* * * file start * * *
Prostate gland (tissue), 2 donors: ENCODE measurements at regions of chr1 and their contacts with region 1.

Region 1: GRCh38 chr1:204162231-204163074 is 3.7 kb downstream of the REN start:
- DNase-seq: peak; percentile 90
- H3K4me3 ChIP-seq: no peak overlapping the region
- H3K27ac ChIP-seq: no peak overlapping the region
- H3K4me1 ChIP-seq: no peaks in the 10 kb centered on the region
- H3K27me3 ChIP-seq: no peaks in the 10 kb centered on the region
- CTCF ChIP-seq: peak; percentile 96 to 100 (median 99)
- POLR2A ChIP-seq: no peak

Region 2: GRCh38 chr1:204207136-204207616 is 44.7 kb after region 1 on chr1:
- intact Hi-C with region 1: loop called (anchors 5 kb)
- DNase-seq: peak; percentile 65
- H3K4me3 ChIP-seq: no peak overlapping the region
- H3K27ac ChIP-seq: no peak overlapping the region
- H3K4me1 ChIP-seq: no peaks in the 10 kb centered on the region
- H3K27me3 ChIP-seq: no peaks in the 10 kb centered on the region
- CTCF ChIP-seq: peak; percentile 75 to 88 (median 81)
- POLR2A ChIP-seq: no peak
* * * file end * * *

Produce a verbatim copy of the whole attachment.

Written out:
Prostate gland (tissue), 2 donors: ENCODE measurements at regions of chr1 and their contacts with region 1.

Region 1: GRCh38 chr1:204162231-204163074 is 3.7 kb downstream of the REN start:
- DNase-seq: peak; percentile 90
- H3K4me3 ChIP-seq: no peak overlapping the region
- H3K27ac ChIP-seq: no peak overlapping the region
- H3K4me1 ChIP-seq: no peaks in the 10 kb centered on the region
- H3K27me3 ChIP-seq: no peaks in the 10 kb centered on the region
- CTCF ChIP-seq: peak; percentile 96 to 100 (median 99)
- POLR2A ChIP-seq: no peak

Region 2: GRCh38 chr1:204207136-204207616 is 44.7 kb after region 1 on chr1:
- intact Hi-C with region 1: loop called (anchors 5 kb)
- DNase-seq: peak; percentile 65
- H3K4me3 ChIP-seq: no peak overlapping the region
- H3K27ac ChIP-seq: no peak overlapping the region
- H3K4me1 ChIP-seq: no peaks in the 10 kb centered on the region
- H3K27me3 ChIP-seq: no peaks in the 10 kb centered on the region
- CTCF ChIP-seq: peak; percentile 75 to 88 (median 81)
- POLR2A ChIP-seq: no peak